Do the changes being slowly inculcated in tribal life, represented by the adivasis of Kewlajhiri, add up to development? Do traditional practices, customs, beliefs need to be shed in order to bring about transformation in people’s lives? Does the government take into account the wealth of traditional wisdom when it determines how to develop a village?
T HIS ARTICLE IS BASED IN A small village in Betul tehsil, which lies in the southern-most part of the state of Madhya Pradesh (MP) in India. Kewlajhiri is a small forest village situated at a distance of 4 km from NH 69, with poor road connectivity. It is a Gond-dominated village with four Yadav families, who belong to the Other Backward Class (OBC), and one Vishwakarma family belonging to the Scheduled Caste; thus 92.7% belong to the ST population. The total population of this village in 2011 was 641; with 327 men and 314 women and thus a sex ratio of 960 women per 1000 men. The literacy rate in Kewlajhiri is 58.4%.
Communicating through numbers has its own limitations because the diversity of human life is not reflected in them. Different boundaries1—physical, mental, spatial, territorial, etc—get created when one talks about management of and thereby the administration of any population. We usually have Census, National Family and Health Surveys, Socio-Economic Caste Census and many related policies emerging from such simplifications which mostly regulate the direction in which a poor’s life would be turned towards. Such details of the boundaries from the country to the state to the village are simplifications of the variations and the diversities that exist within each of these levels. Such simplifications made by the state—with the intent to govern us—“are always far more static and schematic than the actual social phenomena they presume to typify… It can no more reflect the actual complexity of a farmer’s experience...” (Scott 1998, 46-47). The complexities of human life vis-à-vis its fundamental processes are neither accommodated nor entertained in any record books of the modern state.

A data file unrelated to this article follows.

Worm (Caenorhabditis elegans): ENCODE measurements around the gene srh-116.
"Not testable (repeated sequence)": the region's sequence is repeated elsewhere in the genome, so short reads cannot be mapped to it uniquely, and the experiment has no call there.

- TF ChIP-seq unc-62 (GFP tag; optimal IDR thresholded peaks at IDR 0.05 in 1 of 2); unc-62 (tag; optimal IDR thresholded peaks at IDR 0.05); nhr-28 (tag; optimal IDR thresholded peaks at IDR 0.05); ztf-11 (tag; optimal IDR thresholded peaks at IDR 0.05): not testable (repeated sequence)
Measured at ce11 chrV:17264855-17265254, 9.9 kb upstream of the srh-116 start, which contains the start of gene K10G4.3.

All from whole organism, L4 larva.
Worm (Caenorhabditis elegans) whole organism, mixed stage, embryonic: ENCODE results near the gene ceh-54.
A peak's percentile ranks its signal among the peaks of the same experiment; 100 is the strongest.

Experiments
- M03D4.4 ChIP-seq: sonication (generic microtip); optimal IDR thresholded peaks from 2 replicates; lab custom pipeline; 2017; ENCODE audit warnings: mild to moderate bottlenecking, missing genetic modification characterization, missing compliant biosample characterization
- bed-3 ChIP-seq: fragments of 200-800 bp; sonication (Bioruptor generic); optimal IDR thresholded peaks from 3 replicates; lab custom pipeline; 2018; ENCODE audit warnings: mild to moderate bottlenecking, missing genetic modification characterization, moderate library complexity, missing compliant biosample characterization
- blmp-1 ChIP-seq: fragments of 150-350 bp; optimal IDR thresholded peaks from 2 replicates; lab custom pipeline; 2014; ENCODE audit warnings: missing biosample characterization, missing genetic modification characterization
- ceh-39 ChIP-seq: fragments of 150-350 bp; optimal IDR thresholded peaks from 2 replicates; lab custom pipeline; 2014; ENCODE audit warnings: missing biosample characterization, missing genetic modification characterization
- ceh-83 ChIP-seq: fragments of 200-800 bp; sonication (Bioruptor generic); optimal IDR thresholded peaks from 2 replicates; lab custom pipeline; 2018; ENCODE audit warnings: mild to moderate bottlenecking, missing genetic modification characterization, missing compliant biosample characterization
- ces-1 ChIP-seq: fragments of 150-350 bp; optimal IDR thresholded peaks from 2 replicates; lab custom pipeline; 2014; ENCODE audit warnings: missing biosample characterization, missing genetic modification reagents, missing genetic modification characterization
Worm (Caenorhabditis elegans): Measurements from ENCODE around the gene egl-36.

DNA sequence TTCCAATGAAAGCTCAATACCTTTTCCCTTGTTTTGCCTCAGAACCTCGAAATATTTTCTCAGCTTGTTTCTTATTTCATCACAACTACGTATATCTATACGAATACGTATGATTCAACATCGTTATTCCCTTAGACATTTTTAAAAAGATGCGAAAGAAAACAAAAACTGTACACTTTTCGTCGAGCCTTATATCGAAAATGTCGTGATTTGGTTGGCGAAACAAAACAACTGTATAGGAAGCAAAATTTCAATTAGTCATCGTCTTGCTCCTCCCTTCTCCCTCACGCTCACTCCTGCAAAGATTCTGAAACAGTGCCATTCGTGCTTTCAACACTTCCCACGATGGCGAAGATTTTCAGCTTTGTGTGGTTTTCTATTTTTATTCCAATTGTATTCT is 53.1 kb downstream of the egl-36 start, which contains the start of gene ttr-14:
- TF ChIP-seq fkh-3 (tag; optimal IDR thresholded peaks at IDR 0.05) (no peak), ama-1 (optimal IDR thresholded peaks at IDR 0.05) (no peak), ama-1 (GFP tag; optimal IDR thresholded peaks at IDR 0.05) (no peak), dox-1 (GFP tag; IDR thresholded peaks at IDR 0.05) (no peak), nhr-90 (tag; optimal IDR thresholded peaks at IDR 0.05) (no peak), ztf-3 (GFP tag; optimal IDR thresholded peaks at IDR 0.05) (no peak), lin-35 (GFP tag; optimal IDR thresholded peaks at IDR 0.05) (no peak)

The complexities of human life vis-à-vis its fundamental processes are neither accommodated nor entertained in any record books of the modern state
Doubtless, there are far more complex nuances in society than these numbers may reflect. The complexities of human life visà- vis its fundamental processes are neither accommodated nor entertained in any record books of the modern state. This divorce from the nuances has neither proved to be beneficial to the common man, that is, the governed, nor has it helped the system make any significant impact on the lives of the people it is meant to serve.